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<p>A method for learning knowledge from a database is used to address the bottleneck of manual knowledge acquisition. An attempt is made to improve representation with the assistance of experts and from computer resident knowledge. The knowledge representation is described in the framework of a conceptual schema consisting of a semantic model and an event model. A concept classifies a domain into different subdomains. As a method of knowledge acquisition, inductive learning techniques are used for rule generation. The theory of rough sets is used in designing the learning algorithm. Examples of certain concepts are used to induce general specifications of the concepts called classification rules. The basic approach is to partition the information into equivalence classes and to derive conclusions based on equivalence relations. In a sense, what is involved is a data-reduction process, where the goal is to reduce a large database of information to a small number of rules describing the domain. This completely integrated approach includes user interface, semantics, constraints, representations of temporal events, induction, etc.</p>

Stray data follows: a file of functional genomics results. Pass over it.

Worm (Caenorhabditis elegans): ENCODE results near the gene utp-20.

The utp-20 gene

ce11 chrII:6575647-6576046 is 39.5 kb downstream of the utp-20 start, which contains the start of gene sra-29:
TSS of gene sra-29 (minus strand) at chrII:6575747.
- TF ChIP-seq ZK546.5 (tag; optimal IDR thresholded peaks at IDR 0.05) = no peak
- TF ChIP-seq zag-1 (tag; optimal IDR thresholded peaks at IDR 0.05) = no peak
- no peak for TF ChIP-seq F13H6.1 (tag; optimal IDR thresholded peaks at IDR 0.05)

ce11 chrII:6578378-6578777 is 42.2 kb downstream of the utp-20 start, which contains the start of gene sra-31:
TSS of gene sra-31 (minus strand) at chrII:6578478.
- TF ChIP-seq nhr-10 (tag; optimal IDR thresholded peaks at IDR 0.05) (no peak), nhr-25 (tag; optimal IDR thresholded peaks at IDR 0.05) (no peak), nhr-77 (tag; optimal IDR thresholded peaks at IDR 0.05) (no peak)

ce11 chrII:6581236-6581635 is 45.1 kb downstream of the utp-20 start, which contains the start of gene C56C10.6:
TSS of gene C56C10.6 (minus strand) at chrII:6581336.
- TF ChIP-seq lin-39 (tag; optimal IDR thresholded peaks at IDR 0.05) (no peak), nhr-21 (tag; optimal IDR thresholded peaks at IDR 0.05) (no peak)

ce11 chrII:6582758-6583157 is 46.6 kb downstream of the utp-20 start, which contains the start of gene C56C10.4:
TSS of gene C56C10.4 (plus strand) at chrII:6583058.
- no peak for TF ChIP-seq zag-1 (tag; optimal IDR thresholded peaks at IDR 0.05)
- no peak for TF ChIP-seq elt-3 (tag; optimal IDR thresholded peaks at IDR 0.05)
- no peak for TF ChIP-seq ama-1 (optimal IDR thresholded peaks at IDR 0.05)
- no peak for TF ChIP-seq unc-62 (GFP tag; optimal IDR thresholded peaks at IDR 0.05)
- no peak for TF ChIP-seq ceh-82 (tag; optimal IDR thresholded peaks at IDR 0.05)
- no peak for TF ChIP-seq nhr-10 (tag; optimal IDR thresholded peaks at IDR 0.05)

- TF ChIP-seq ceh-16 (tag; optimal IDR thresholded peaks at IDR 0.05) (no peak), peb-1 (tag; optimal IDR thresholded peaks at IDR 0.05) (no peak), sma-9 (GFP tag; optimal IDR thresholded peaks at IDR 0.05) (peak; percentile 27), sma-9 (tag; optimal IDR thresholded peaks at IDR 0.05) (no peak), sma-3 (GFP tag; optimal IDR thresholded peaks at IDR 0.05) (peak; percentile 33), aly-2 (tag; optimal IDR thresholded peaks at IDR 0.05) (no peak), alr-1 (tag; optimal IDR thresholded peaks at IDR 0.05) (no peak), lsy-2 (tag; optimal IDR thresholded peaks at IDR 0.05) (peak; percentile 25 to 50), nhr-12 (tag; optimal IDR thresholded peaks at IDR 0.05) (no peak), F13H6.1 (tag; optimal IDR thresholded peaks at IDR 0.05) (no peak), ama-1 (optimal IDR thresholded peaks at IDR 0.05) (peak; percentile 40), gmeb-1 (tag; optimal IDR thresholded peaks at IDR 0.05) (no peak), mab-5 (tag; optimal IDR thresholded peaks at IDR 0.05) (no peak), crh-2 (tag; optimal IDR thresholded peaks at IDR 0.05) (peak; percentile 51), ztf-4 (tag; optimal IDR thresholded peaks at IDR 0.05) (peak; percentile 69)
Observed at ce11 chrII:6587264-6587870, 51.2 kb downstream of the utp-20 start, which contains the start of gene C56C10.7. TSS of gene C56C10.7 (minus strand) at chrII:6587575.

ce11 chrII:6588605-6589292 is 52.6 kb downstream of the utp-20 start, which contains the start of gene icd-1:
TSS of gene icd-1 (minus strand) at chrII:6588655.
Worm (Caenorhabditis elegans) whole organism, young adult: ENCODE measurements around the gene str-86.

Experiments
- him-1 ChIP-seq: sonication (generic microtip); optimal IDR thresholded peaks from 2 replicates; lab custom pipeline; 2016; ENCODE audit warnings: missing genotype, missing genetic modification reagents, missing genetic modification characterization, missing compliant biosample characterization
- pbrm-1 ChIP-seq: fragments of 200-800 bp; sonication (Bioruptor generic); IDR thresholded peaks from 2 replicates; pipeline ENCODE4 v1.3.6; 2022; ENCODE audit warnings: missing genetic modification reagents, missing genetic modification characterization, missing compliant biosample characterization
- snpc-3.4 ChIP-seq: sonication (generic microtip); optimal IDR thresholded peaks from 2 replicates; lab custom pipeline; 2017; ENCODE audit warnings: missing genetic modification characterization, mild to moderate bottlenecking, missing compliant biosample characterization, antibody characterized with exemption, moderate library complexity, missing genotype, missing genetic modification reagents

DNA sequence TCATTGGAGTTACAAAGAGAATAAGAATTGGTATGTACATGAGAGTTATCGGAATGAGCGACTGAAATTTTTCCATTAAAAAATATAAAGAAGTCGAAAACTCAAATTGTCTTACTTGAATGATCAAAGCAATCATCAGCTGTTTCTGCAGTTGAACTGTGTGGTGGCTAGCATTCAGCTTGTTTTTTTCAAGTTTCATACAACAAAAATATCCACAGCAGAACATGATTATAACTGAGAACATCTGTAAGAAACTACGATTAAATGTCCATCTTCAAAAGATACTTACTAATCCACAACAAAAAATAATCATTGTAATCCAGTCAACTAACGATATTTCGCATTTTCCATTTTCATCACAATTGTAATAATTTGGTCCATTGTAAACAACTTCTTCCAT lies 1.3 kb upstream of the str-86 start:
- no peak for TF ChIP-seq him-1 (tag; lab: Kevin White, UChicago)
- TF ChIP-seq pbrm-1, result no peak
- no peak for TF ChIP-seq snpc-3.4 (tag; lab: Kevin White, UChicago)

knowledge representation; classification rules; knowledge acquisition; database; computer resident knowledge; conceptual schema; semantic model; event model; inductive learning techniques; rule generation; rough sets; classification rules; equivalence classes; data-reduction process; user interface; semantics; temporal events; induction; classification; knowledge acquisition; knowledge representation; learning systems

R. Yasdi, "Learning Classification Rules from Database in the Context of Knowledge Acquisition and Representation," in IEEE Transactions on Knowledge & Data Engineering, vol. 3, no. , pp. 293-306, 1991.
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